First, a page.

The Pulpit Commentary

James 1:2-18 (James 1:2-18)

THE SUBJECT OF TEMPTATION . This section may be subdivided as follows:—

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James 1:12-18 (James 1:12-18)

Return to the subject of temptation. James 1:2 taught that temptation regarded as an opportunity should be a cause for joy. James 1:12 teaches that the endurance of temptation brings a blessing from God, even the crown of life. Comp. Revelation 2:10 , the only other place in the New Testament where the "crown of life" is mentioned; and there also it stands in close connection with the endurance of temptation. Elsewhere we read of the "crown of righteousness" ( 2 Timothy 4:8 ), and the "crown of glory" ( 1 Peter 5:4 ). The genitive ( τὸν στέφανον τῆς ζωῆς ) is probably the gen. epex.," the crown, which is life." ὁ κύριος of the Received Text has but slight authority. It is wanting in A, B, א , ff, and is deleted by the Revisers, following all recent editors. Render, which he promised , etc. The subject is easily understood, and therefore, as frequently in Jewish writings ( e.g. 1 Maccabees), omitted from motives of reverence.

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James 1:13 (James 1:13)

God is not the author of temptation; cf. Ecclesiasticus 15:11, 12, " Say not thou, It is through the Lord that I fell away: for thou oughtest not to do the things that he hateth. Say not thou, He hath caused me to err: for he hath no need of the sinful man." From God ; ἀπὸ θεοῦ (the article is wanting in א , A, B, C, K, L). Contrast ὑπὸ τῆς ἰδίας ἐπιθυμίας . ἀπὸ θεοῦ is a more general expression than ὑπὸ θεοῦ , which would refer the temptation immediately to God. ἀπὸ θεοῦ is frequently used as a kind of adverb divinitus. Cannot be tempted ; ἀπείραστος : an ἅπαξ λεγόμενον . Syriac, "is not tempted with evils;" Vulgate, intentator malorum ; R.V., "cannot be tempted of evil;" R.V. margin, "is untried in evil." Alford has a good note on this word, in which he points out that it has but two meanings:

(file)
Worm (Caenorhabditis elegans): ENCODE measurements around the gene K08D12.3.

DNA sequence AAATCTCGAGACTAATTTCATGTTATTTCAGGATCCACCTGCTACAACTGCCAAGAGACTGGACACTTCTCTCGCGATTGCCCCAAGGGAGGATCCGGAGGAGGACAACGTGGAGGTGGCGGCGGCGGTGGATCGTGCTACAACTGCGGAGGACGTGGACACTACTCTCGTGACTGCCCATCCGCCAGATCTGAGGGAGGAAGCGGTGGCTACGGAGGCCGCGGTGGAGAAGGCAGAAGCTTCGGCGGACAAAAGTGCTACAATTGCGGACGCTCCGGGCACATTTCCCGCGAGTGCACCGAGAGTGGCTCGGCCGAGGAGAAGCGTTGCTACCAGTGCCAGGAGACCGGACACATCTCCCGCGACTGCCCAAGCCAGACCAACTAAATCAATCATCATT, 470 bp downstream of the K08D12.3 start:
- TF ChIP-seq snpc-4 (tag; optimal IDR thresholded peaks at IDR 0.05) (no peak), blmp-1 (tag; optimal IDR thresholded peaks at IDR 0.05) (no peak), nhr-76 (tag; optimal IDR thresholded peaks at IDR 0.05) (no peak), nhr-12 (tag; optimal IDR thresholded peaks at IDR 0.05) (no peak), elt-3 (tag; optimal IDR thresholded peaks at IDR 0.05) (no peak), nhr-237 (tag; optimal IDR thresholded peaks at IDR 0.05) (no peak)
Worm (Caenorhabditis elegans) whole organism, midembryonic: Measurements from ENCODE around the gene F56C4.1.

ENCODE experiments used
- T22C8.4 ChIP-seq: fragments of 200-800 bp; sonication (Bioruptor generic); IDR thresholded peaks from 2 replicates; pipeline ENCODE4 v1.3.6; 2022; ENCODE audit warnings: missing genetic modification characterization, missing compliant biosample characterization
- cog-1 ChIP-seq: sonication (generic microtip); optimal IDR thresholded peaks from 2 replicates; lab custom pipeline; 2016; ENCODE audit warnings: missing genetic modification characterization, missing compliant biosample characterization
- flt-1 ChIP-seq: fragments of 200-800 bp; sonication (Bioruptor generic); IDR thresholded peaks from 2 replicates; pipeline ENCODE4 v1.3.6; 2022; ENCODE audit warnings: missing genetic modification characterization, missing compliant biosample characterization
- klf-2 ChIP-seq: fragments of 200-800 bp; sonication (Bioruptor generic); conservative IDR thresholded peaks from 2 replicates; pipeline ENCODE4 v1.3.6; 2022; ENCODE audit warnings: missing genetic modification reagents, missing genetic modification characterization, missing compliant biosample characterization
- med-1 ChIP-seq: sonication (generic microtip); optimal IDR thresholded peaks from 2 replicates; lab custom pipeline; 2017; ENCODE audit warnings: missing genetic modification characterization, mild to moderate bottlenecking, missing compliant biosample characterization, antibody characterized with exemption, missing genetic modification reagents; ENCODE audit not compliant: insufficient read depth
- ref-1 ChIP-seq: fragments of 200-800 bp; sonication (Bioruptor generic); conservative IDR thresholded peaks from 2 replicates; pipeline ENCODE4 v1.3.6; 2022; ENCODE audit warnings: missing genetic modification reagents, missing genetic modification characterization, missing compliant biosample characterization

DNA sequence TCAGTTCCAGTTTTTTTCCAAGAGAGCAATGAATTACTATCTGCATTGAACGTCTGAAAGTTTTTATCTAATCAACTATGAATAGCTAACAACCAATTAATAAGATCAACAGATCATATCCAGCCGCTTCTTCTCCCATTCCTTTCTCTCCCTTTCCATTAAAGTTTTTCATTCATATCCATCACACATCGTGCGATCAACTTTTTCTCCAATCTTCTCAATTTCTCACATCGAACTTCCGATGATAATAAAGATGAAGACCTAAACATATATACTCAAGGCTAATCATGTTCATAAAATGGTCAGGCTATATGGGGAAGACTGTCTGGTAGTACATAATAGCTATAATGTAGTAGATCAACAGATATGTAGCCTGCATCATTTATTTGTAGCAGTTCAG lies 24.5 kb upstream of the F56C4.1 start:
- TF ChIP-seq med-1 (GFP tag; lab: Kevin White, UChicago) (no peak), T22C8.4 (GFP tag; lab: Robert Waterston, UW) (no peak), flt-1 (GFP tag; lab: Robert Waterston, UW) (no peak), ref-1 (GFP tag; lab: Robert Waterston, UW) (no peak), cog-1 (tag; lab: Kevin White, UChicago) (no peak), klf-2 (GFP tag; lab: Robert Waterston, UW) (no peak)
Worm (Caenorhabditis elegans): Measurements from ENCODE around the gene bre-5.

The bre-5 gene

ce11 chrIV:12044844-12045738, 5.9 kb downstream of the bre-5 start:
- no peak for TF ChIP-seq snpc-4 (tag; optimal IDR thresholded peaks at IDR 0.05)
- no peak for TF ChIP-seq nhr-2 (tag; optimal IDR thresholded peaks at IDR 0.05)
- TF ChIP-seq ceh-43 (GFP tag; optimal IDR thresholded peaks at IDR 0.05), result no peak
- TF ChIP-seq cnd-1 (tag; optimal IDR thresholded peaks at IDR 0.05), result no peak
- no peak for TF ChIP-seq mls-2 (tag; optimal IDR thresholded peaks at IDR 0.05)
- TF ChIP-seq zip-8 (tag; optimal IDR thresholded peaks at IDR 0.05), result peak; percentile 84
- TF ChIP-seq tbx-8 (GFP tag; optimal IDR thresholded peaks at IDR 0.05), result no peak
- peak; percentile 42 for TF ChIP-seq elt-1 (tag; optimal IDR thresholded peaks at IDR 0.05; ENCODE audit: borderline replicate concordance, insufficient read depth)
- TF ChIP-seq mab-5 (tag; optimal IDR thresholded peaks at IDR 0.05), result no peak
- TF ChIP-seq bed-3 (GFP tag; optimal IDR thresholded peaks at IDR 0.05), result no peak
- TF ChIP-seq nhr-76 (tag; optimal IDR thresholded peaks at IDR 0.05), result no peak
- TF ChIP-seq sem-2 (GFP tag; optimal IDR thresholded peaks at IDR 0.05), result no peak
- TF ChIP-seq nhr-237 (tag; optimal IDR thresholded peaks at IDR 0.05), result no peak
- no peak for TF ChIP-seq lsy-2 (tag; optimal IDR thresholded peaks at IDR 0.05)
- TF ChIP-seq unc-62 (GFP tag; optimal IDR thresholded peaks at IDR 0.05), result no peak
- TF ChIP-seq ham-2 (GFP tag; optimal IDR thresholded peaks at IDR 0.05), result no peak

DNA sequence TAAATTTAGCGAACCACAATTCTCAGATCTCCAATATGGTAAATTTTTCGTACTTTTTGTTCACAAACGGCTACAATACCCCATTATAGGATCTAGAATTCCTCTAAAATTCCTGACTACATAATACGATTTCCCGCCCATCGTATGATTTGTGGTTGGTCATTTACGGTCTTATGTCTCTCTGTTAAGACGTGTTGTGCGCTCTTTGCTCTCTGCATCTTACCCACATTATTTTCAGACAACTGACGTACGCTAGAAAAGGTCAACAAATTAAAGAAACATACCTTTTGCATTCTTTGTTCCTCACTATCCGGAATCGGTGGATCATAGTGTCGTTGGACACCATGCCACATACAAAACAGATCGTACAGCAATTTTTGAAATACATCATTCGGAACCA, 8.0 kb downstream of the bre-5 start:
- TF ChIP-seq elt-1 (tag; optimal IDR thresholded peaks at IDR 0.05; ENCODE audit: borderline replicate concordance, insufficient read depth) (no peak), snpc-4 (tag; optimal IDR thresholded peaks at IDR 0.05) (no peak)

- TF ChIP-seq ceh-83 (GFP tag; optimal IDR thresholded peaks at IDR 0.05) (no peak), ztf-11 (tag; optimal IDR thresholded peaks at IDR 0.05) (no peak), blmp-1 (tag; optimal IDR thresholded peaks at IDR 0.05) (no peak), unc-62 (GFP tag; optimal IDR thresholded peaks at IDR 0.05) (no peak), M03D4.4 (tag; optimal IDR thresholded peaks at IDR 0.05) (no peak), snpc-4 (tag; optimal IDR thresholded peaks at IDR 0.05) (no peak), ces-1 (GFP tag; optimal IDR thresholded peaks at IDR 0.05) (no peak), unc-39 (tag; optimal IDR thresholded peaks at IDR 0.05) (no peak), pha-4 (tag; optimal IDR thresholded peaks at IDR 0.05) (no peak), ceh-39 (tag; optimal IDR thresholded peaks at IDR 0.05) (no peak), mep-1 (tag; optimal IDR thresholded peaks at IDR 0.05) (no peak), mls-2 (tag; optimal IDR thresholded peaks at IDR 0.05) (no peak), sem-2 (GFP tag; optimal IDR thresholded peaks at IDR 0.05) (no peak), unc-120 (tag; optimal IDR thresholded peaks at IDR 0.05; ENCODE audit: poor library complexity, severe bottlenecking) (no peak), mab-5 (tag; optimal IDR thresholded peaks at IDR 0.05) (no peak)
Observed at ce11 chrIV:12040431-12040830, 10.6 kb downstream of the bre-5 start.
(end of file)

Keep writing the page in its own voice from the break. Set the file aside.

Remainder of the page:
The rendering of the Vulgate is thus etymologically possible, but is against the context. The use of the word may, perhaps, be extended somewhat wider than the renderings given above would allow, so that it may be paraphrased as "out of the sphere of evils" (Farrar). Neither tempteth he , etc. Here the writer has in his mind the conception of a direct temptation from God. αὐτός is emphatic. Render with R.V., And he himself tempteth no man.

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James 1:13-18 (James 1:13-18)

The genesis of sin.

1. Four stages are described.

2. God is not tempted with evil, and he doth not temps to evil. "Ascribe it not to the Father of lights , but to the prince of darkness. But ascribe all good, from the smallest spark to the greatest beam, from the least good giving to the best and most perfect gift of all, to him, the Father of lights'. If there can be no change with the Father of lights, no "shadow east by turning," what folly to suppose that the works of darkness come from him! Temptation may be regarded